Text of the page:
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Doing business in Spain: don’t be caught out by cultural differences!

Doing business in Spain: don’t be caught out by cultural differences!

Look anywhere or ask anybody and you will very easily stumble across a whole host of stereotypes and expectations about Spanish people. They’re never in a hurry to confirm anything, will be late for any meeting, don’t have a very strong work ethic… these stereotypes exist and are sometimes even confirmed among the Spanish population, not just foreigners. But just how true are the perceived differences in culture, and what do they mean for your trade deals?

Needless to say, there is certainly a different way of doing things among Spanish business people and they are very important to know if you want to enter this market:

1. Not all Spanish people are the same.

There are 17 autonomous regions, and all of them have a different culture, meaning that in some cases, people identify most strongly with their region, followed by their country.

Different regions also have different regional languages. In Catalonia (including Barcelona), Catalan is the dominant language and, owing to centuries of oppression, there exists a strong tension between the Spanish government and the Catalonian one, with the events from yesterday in Catalonia clearly demonstrating this. In northern Spain there are also some 700,000 speakers of Basque, while in the north-west Galician is the dominant language.

Be aware of these differences; while Spanish businesspeople do not expect foreigners to speak their regional language, and indeed English is often the language of communication, take care to avoid any slang or regional words to aid ease of comprehension.

2. Business in Spain is done between people, not companies.

Spain has a very relational culture in business, and will want to build up a strong relationship and sense of trust and association before agreeing to a deal. For this reason, if you have the opportunity to speak to a potential partner face to face as opposed to over email or telephone, you should make the most of this. Out of office meetings, such as going for lunch together, can be very useful in getting to know your Spanish partner. It is also very useful to be introduced to the prospective client by someone they already trust, as this will build your credibility in their eyes.

However, do be aware that the first meeting you have with this person will be both an opportunity to build a relationship and begin to discuss business. It is nevertheless primarily a chance to get to know each other, and build up acquaintance. While some cultures will find the lack of urgency to get onto business frustrating, it can be a very important part of getting the deal you want further down the line and will mean they are more trusting and accommodating.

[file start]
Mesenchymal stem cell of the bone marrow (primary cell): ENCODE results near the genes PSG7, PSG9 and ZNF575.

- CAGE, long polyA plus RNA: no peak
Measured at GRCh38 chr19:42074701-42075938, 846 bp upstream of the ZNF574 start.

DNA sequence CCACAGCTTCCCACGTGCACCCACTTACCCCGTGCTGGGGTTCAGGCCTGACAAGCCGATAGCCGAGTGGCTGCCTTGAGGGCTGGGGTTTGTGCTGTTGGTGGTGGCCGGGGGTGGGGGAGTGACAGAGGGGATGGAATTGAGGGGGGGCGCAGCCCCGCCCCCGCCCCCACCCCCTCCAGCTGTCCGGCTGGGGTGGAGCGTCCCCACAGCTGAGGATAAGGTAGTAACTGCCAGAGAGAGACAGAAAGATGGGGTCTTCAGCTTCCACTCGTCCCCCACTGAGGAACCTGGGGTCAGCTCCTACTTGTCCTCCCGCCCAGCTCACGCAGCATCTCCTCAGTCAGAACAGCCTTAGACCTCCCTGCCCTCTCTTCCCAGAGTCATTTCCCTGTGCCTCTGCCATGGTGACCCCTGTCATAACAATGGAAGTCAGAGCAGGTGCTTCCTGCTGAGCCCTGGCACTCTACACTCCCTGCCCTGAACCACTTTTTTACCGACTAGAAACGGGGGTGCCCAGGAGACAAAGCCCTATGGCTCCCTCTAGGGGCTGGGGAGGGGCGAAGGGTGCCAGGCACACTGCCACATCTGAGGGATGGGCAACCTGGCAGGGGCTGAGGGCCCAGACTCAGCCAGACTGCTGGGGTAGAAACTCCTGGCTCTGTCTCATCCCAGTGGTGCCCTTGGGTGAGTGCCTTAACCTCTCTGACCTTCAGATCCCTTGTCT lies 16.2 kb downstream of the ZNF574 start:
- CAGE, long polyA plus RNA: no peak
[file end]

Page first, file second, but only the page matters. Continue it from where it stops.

This relational approach also means that just because your company has dealt with theirs before does not mean they will automatically extend their opinions of you to your whole business. It is advisable to keep company interfaces intact and avoid changing the person with whom they will interact, as this may start the process of building trust all over again.

3. Be prepared to act formally, at least at the beginning.

Business in Spain can be more formal than you may expect. Spanish business workers will usually dress well, with a formal suit and a tie, although younger generations may be permitted to wear more comfortable attire in some cases.

You may be expected to shake hands when entering or leaving a room, and it is important to maintain good eye contact when interacting with others in order to build trust and appear open.

In conversation during  very formal meetings, it is respectful to address people by their professional or academic title, followed by their surname. Otherwise using their first names is acceptable and if speaking in Spanish and there is clearly a large age differentiator between you (in that they are older than you), it is advisable to begin using usted to show respect until invited to change to using tú.

4. Time-keeping… may not be what you are used to.

The stereotype of Spaniards being late is not always untrue, and you may find that meetings start a little late as in this context, business workers in Spain do tend to be a little more laid back than we are used to. However, that is not to say that they do not also work very hard – and just because they are late does not mean you should be also!

Also, scrap the idea of slacking off to take a siesta, for this tradition is no longer really in place in the Spanish business world.

5. There is certainly a hierarchy you need to pay attention to.

Just as in many cultures, there is a very clear hierarchy in business in Spain, and it is important that you enter the company at the right level. Speaking to someone above or below you might mean either loss of face (reducing your credibility) or simply a frustrating lack of decision-making capability, so you should always try to speak to your Spanish counterpart.

You should also be aware that many Spanish companies are family owned and decisions may be made at the very top, literally over the dinner table. Bear this in mind in your approach to communication with the business.